As to HPCer’s comment around OpenMPI; one can only speculate as to why no SPEC MPI2007 results have been published using OpenMPI. There are companies around which have a strategic decision around OpenMPI and at the same time being a member of SPEC’s HPG group. And be aware, SPEC MPI2007 is a showcase for system vendors in the HPC space. I take it that if OpenMPI is a differential, positive, value add, it would have been used.

  4. Rich Hickey says

    Breath in. Breath out.

    It’s funny how a difference in viewpoint can cause a lot of contention.

    Hakon, sounds like you are in the know as far as the benchmarks were run. So, you’re very familiar with the, I don’t want to say narrow because that’s not quite correct, view taken in the tests. Within the realm of the testing Scali has performed wonderfully. This is good for the mid range HPC arena.

    Now the other view. John, unbind your undies. (Or pants as these bloody brits refer to them) (-: I believe the tests you’re commenting on happened on one of my computers? No derogatory comments please. And it did perform quite well compared to the other mpi alternatives available to us. However, it’s easy to look at a small subset of data and say Voila! Eureka! or Oh Crap!

    As far as my limited knowledge goes, Scali makes a good product. There may be some over hype in the article, of course there is, it’s a marketing speel. Saying that the mpi product is 3 times better than the compiler choice. Well, it’s a bit tough to swallow. Then again I’m someting of a cynic. Heck, I’ve been proven wrong before.

  5. Rich, I wasn’t being derogatory, only playing “devil’s advocate.” Indeed, the tests I was referring to were on one such system previously under your supervision. Ahhh, memories. Hakon, I was in no way trying to shoot holes directly in Scali’s product. Like I said in the article, for the applications I’ve used it for, MPI Connect has worked quite well.

    …besides Rich, isn’t it past your bedtime in that part of the world? 🙂

  6. It’s late in my part of the world, too, but I thought I’d jump in here as well… the point of data that grabbed my attention was the 336% increase over the HP-MPI install for POP2. Hakon’s team deserves credit for their hard work, sure, but I’m inclined to think there was something quite atypical with the HP-MPI system in that comparison.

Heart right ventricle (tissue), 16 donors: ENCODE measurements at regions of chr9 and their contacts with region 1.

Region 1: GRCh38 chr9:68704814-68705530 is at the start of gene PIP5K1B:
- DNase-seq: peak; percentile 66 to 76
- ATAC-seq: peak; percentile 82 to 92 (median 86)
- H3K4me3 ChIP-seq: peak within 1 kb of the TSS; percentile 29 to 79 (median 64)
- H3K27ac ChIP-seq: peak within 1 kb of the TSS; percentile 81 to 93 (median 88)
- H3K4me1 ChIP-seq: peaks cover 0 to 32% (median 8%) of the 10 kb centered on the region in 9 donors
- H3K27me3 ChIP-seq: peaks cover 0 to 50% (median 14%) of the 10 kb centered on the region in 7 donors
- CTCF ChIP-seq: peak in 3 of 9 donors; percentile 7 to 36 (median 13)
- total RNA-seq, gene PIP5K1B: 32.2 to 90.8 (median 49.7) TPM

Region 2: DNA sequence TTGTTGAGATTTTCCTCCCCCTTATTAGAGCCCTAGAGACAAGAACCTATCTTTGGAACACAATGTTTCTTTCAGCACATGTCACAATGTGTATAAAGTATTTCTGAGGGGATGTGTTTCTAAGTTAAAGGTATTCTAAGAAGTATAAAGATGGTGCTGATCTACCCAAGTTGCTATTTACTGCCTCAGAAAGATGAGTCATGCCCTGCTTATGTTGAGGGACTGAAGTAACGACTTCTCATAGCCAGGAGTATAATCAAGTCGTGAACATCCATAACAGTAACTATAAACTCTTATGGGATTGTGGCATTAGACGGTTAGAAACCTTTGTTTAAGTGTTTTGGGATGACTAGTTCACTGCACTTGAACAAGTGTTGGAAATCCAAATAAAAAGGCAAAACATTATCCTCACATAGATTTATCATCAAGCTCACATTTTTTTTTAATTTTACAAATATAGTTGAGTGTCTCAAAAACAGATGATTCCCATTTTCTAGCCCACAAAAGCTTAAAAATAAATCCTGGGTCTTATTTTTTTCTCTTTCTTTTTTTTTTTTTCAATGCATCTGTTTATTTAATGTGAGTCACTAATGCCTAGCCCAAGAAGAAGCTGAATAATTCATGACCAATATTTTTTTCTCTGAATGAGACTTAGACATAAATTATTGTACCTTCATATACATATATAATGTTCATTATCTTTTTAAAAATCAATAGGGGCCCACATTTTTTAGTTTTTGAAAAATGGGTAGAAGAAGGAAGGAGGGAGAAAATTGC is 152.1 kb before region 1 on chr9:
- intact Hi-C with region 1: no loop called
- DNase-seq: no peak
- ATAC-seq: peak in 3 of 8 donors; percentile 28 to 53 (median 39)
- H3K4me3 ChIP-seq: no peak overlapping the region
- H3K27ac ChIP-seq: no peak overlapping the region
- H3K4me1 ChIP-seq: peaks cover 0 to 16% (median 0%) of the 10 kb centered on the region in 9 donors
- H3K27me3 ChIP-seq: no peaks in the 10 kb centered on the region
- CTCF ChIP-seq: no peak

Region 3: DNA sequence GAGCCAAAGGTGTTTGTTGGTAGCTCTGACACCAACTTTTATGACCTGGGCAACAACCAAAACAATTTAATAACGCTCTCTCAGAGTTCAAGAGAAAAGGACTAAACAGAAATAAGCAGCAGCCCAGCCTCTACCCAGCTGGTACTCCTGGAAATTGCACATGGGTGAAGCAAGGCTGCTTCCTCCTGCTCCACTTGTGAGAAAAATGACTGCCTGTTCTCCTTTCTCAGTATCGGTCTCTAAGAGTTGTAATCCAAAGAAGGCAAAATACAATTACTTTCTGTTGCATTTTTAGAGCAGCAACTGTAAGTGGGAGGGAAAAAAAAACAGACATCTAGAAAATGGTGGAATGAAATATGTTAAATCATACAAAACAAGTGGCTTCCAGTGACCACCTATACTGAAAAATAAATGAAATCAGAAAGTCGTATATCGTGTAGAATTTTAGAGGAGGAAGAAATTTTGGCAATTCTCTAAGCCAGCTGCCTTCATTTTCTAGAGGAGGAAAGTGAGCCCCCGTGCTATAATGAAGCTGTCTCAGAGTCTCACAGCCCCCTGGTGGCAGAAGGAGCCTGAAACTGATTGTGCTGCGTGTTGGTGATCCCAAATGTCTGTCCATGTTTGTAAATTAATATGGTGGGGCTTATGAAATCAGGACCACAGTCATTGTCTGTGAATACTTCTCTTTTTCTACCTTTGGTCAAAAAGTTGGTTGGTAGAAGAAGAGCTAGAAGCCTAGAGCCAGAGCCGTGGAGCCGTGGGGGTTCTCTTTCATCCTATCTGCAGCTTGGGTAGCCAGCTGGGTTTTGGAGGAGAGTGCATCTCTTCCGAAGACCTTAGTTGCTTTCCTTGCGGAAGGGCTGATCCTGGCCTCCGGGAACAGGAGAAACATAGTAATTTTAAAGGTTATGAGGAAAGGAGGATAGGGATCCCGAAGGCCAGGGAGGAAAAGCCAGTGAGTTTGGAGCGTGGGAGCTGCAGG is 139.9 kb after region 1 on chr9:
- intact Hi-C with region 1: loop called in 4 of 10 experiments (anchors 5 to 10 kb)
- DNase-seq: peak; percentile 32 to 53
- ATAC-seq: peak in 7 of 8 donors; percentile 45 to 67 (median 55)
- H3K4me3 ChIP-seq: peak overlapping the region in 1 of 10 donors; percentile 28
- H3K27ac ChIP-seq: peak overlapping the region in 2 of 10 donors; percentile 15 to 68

Or, at the very least, it should be pointed out that while Scali’s score of 9.38 (128 CPUs) is considerably faster than the HP-MPI score of 2.14, the Cambridge ‘Darwin’ system, also using the 5160 CPUs and DDR IB (InfiniPath), scores 11.5, beating both. And yes, I’m aware that there are differences in compilers, HCA hardware, connection type, even (in the HP-MPI case) network topology.

    As the first person said, though – the more competition the better. I intend to actually contact Scali soon and obtain a trial copy of their software to run my own tests.

    As an aside, I think the reason that many scores haven’t been submitted with OpenMPI yet is simply because .. well, not a lot of scores have been submitted to MPI2007, period. Give it time.

  7. Rich Hickey says

    On the up side, this article is getting more comments than 5 others combined. A little contention can be a good thing it seems. It at least gets people chatting.

    Normally the differences would be about religion, politics, spicy food, etc. But No, it’s about an mpi benchmark. Nerds, a bunch of nerds. The lot of us.

    My main complaint is I can’t get the smily face to work properly!!! 🙂 (-: {-; ;-}

  8. Rich Hickey says

    Ha! Success! My life is complete at last!! 😉 🙂